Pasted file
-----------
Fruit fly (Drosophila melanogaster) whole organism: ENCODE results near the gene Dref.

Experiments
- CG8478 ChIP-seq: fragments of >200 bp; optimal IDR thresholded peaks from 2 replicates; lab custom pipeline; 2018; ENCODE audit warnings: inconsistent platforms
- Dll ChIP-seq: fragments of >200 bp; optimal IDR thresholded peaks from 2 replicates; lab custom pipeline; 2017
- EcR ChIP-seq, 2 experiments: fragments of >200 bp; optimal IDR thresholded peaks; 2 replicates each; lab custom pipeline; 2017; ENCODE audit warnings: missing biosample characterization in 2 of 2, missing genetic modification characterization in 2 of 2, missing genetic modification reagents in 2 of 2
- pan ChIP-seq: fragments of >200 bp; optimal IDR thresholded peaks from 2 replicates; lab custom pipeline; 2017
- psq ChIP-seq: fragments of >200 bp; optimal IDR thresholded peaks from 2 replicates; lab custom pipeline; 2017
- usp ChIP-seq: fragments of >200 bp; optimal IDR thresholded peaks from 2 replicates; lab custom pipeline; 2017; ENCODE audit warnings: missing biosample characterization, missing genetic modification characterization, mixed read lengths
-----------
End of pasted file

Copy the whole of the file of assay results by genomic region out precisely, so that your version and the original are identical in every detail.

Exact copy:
Fruit fly (Drosophila melanogaster) whole organism: ENCODE results near the gene Dref.

Experiments
- CG8478 ChIP-seq: fragments of >200 bp; optimal IDR thresholded peaks from 2 replicates; lab custom pipeline; 2018; ENCODE audit warnings: inconsistent platforms
- Dll ChIP-seq: fragments of >200 bp; optimal IDR thresholded peaks from 2 replicates; lab custom pipeline; 2017
- EcR ChIP-seq, 2 experiments: fragments of >200 bp; optimal IDR thresholded peaks; 2 replicates each; lab custom pipeline; 2017; ENCODE audit warnings: missing biosample characterization in 2 of 2, missing genetic modification characterization in 2 of 2, missing genetic modification reagents in 2 of 2
- pan ChIP-seq: fragments of >200 bp; optimal IDR thresholded peaks from 2 replicates; lab custom pipeline; 2017
- psq ChIP-seq: fragments of >200 bp; optimal IDR thresholded peaks from 2 replicates; lab custom pipeline; 2017
- usp ChIP-seq: fragments of >200 bp; optimal IDR thresholded peaks from 2 replicates; lab custom pipeline; 2017; ENCODE audit warnings: missing biosample characterization, missing genetic modification characterization, mixed read lengths